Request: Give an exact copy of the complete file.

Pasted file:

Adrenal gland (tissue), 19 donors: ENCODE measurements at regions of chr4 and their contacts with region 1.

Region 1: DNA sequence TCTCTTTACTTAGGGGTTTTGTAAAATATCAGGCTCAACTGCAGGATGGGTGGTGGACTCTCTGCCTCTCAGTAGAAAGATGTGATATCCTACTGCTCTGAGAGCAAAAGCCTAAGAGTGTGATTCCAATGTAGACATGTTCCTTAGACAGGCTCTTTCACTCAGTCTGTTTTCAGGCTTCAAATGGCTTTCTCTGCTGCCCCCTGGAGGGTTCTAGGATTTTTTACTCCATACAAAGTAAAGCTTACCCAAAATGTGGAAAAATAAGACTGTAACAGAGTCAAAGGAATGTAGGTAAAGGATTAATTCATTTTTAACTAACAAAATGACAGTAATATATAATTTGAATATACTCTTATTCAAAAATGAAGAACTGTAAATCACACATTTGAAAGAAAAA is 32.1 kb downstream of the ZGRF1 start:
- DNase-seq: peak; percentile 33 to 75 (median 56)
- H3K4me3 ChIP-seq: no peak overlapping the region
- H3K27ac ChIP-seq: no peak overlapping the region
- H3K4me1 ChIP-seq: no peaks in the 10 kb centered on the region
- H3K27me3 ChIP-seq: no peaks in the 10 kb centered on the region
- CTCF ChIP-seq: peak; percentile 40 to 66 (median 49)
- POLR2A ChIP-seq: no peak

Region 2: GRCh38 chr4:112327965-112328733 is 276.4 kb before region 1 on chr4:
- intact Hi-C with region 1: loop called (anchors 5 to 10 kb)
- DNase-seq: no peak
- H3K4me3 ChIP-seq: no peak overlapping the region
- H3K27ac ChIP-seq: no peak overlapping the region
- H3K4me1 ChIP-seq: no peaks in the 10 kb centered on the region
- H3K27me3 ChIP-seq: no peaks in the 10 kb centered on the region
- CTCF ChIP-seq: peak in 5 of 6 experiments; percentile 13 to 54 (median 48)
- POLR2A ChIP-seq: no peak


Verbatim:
Adrenal gland (tissue), 19 donors: ENCODE measurements at regions of chr4 and their contacts with region 1.

Region 1: DNA sequence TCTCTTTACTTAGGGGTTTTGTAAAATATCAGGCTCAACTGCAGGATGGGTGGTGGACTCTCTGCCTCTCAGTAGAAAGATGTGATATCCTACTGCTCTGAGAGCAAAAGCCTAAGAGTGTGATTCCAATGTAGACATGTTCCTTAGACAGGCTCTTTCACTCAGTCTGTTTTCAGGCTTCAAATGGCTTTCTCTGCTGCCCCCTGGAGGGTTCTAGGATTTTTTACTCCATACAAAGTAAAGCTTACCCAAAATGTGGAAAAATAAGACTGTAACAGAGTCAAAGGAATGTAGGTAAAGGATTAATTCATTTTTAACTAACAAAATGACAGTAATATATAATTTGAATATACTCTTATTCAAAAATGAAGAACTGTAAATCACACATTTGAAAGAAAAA is 32.1 kb downstream of the ZGRF1 start:
- DNase-seq: peak; percentile 33 to 75 (median 56)
- H3K4me3 ChIP-seq: no peak overlapping the region
- H3K27ac ChIP-seq: no peak overlapping the region
- H3K4me1 ChIP-seq: no peaks in the 10 kb centered on the region
- H3K27me3 ChIP-seq: no peaks in the 10 kb centered on the region
- CTCF ChIP-seq: peak; percentile 40 to 66 (median 49)
- POLR2A ChIP-seq: no peak

Region 2: GRCh38 chr4:112327965-112328733 is 276.4 kb before region 1 on chr4:
- intact Hi-C with region 1: loop called (anchors 5 to 10 kb)
- DNase-seq: no peak
- H3K4me3 ChIP-seq: no peak overlapping the region
- H3K27ac ChIP-seq: no peak overlapping the region
- H3K4me1 ChIP-seq: no peaks in the 10 kb centered on the region
- H3K27me3 ChIP-seq: no peaks in the 10 kb centered on the region
- CTCF ChIP-seq: peak in 5 of 6 experiments; percentile 13 to 54 (median 48)
- POLR2A ChIP-seq: no peak